Navratras (nine nights), are 8-9 days of fasting, prayers and rituals for the Gods, observed twice a year. While, there must be an astrological significance, its occurrence with harvest time may not be a coincidence. Both these, are times when crops are harvested. Grains and cereals are worshiped in the form of grass and eating them is avoided. Do speak to our experienced dieticians to ensure you take a healthy diet during this festive period.
Traditionally a fruit based diet is observed and these fasts are more about eating alternate foods than true abstinence from food. The usual range of cereals like rice, wheat and millets are replaced by alternate cereals such as buckwheat, chestnut, sago, amaranth and a special variety of rice, known as samak rice ( Barnyard millet). Amaranth, chestnuts and samak are infact not true cereals. Rather they are seeds of fruits. These are also referred to as pseudo cereals as they do not grow into grasses unlike wheat and rice. Pseudo cereals are higher in protein and are rich in carbohydrates like the conventional cereals- wheat and rice. A research published in 2010 on pseudo cereals like buckwheat, quinoa and amaranth found that they not only had a higher percentage of protein than wheat but also a better quality. In particular Lysine the limiting amino acid in wheat and rice can be found in high amounts in pseudo cereals except Samaj rice. They are also better sources vitamins and minerals including iron, calcium, and fiber to name a few. One of the spin-offs of using alternative grains is the nutritional advantage of the inclusion of several traditional and rarely used grains. Eating a variety of foods according to the principle of healthy eating ensures that the body gets all the nutrients it needs. Interestingly, most of the pseudo cereals are gluten free and lend well to easy digestion.
Amaranth: Also known as rajgiri, is high in proteins, dietary fibre, iron, magnesium, zinc, calcium and B-vitamins. Its corn like aroma and woody flavour makes it suitable for breakfast cereals and porridge-like dishes. Amaranth can also be ground into flour, which in turn can be used to make breads, chapattis or parathas. The flour is usually ground along with its hull, which helps retain most of its nutrients.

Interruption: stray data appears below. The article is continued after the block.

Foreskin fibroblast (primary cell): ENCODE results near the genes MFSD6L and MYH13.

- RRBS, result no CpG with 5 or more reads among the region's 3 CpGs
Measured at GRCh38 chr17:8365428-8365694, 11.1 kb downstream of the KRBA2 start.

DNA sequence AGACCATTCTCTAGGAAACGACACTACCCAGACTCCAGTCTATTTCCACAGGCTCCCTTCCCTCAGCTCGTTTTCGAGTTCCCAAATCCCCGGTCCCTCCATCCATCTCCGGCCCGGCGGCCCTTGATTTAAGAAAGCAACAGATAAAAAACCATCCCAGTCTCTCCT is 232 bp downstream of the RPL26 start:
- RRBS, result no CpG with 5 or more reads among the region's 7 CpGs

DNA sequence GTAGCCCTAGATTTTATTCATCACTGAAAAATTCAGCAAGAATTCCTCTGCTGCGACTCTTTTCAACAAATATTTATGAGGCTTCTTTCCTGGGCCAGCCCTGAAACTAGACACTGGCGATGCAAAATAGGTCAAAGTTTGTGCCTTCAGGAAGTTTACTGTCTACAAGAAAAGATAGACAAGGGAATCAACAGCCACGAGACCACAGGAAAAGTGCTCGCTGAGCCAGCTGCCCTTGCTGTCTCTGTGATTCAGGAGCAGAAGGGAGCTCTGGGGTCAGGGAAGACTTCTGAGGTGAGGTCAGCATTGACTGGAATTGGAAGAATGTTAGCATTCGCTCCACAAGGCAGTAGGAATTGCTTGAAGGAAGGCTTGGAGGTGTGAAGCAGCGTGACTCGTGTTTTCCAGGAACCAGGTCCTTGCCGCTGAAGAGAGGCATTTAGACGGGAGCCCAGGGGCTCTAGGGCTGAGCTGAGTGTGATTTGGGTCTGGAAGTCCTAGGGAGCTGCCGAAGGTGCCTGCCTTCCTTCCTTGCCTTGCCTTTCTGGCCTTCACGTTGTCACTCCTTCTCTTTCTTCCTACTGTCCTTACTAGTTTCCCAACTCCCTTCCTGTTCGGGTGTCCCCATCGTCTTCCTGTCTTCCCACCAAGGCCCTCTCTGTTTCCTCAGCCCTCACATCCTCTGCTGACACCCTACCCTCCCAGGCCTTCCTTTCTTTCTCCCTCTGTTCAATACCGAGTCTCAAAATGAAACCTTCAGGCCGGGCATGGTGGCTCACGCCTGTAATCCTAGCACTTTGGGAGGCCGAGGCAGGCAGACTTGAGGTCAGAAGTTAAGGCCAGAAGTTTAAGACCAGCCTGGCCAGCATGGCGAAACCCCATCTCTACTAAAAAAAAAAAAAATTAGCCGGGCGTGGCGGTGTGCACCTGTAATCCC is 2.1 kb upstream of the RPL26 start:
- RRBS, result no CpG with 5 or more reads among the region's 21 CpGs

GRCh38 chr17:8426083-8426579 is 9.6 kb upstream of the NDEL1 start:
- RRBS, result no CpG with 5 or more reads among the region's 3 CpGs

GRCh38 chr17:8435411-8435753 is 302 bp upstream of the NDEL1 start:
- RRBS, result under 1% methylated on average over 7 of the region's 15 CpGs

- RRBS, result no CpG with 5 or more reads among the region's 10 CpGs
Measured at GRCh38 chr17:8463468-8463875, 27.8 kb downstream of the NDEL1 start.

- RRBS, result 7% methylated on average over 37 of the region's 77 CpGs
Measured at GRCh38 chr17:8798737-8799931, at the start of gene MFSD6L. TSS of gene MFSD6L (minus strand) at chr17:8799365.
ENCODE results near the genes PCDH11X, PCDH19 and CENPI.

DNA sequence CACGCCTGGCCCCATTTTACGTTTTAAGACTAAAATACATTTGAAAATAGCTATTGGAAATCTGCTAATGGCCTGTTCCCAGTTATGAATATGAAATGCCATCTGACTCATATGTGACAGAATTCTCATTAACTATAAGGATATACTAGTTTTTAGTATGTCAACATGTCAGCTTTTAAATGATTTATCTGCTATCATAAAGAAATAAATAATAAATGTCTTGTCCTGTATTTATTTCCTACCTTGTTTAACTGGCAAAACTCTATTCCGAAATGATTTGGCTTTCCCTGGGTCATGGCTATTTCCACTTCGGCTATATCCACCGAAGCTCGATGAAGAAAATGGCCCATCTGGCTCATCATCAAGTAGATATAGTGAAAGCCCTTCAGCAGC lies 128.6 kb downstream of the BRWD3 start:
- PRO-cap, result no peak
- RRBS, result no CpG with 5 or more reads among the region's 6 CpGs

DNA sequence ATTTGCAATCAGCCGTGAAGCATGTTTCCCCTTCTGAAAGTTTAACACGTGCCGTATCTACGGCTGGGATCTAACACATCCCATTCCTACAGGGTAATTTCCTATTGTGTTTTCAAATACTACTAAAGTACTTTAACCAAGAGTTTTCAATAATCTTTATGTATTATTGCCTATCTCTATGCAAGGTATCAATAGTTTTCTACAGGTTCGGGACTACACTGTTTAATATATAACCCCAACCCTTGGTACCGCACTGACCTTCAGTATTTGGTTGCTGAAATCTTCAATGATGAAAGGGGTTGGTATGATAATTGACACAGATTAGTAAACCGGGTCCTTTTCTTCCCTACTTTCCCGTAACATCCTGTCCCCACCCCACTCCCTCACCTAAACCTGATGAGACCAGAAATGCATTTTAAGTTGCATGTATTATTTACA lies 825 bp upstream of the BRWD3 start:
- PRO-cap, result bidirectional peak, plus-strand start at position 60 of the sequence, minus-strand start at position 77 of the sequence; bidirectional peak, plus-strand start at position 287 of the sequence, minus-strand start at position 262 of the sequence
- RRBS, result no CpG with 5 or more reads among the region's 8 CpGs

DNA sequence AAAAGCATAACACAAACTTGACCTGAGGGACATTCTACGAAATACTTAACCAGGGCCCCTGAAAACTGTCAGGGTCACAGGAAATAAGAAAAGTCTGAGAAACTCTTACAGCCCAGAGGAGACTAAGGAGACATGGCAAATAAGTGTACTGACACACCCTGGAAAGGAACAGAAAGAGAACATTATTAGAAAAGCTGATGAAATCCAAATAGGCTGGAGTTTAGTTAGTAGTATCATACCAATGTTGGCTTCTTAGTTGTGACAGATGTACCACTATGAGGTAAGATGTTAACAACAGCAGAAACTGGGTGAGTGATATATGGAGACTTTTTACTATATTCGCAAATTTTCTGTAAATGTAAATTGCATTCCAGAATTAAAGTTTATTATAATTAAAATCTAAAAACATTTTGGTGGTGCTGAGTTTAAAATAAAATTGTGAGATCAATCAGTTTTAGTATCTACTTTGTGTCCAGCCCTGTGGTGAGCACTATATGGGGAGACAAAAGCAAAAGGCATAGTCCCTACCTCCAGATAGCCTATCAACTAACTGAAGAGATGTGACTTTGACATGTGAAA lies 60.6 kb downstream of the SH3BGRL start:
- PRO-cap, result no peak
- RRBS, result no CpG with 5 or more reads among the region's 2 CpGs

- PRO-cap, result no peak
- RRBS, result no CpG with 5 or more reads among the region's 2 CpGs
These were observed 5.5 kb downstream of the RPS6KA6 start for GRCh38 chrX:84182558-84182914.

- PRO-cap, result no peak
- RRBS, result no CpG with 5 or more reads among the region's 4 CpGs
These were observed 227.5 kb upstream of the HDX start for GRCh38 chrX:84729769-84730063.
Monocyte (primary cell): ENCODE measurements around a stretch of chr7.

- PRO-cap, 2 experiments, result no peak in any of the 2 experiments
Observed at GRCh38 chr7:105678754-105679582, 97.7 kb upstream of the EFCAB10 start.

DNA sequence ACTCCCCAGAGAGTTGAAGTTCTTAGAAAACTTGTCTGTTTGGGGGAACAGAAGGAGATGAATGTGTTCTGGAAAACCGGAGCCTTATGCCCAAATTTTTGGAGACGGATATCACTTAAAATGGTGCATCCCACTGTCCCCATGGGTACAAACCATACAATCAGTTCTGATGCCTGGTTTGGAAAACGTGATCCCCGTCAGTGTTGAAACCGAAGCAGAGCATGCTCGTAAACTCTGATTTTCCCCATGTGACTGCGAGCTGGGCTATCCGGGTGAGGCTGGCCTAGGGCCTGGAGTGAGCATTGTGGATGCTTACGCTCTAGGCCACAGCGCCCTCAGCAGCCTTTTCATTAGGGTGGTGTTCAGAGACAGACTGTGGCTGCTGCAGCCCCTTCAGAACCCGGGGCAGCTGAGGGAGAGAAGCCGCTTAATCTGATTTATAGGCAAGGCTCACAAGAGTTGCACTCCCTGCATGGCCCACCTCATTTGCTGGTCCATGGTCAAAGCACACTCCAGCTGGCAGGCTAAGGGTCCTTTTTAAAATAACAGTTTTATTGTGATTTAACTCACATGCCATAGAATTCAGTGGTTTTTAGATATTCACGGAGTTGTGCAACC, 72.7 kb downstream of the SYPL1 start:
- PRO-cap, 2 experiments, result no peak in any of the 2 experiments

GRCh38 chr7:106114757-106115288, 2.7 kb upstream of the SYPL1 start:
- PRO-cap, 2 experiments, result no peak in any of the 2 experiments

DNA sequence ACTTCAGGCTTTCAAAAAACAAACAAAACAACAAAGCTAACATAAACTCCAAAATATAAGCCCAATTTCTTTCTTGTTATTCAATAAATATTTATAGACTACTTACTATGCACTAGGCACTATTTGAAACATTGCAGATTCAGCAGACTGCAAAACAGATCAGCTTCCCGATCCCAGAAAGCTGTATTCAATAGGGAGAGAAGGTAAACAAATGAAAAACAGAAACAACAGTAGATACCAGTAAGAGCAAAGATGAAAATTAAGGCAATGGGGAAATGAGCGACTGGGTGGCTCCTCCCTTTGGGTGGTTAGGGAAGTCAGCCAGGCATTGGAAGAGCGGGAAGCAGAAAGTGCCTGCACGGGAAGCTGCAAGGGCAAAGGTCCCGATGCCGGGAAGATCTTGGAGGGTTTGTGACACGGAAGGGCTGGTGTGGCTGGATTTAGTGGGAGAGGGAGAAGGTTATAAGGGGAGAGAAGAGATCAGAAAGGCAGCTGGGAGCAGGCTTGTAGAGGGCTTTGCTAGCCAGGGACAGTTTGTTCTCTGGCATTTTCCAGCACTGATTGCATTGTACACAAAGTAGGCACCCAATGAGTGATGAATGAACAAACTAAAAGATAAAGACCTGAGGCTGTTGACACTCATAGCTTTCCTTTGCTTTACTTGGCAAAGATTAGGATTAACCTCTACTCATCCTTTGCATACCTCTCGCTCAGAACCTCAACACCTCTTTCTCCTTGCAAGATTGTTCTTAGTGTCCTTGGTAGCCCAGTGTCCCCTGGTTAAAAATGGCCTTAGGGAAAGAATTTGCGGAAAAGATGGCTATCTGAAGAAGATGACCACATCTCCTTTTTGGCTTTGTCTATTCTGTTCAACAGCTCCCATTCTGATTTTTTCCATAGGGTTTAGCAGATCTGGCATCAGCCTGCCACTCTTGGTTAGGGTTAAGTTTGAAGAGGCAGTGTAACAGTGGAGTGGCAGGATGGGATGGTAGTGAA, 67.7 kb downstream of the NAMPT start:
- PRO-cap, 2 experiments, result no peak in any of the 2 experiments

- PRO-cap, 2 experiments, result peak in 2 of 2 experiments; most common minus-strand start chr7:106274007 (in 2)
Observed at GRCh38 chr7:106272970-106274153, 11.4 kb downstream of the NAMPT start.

Buckwheat: Commonly known as kuttu, is high in good quality protein, magnesium, vitamin B6, dietary fibre, iron, Niacin(vitamin B3), thiamine (vitamin B1) and zinc. During navratras, buckwheat flour is usually rolled into chapattis, poories or pakoras. Owing to its nutty flavour, it makes a delicious hot cereal. It can also be added to salads, stuffing, soups, stews and casseroles. It can be ground to make a grey-brown flour which has a distinct, bitter, earthy flavour. There are two varieties of buckwheat—light and dark coloured. The dark variety is traditionally used during fasts to make special Indian roti. The Russian blinis and French galettes use the lighter versions. The seeds, when roasted are called kasha. They can be coarsely ground into grits or groats.
Water Chestnut: Commonly known as Singhara in India, it is a highly nutritive fruit which is a good source of carbohydrates, calcium, phosphate, iron, copper, manganese, magnesium, sodium and potassium. The goodness of water chestnut flour can be enjoyed in the form of chapattis or pancakes.
Sago (pearl sago, sabudana): Sago is predominantly carbohydrate with very little proteins, vitamins, minerals and fat. It comprises small balls of starch prepared from the inner trunk of various types of palm trees. Sago resembles tapioca but the starch balls are smaller. Sago may be bought as it is or ground into flour. Owing to its thickening properties, it may be used to thicken soups, sauces, stews, puddings, snack food, savoury or sweet porridge or desserts like kheer. Sago starch is also baked in breads, pancakes or biscuits.
Samak Rice: Also called Barnyard millet is a seed and not a grain. Its high on calcium, potassium, phosphorus and amino acids except lysine compared to regular white rice. It is usually eaten with hull which retains majority of its nutrients. Samaj rice can be had as kheer, khichdi, idli or dhokla.
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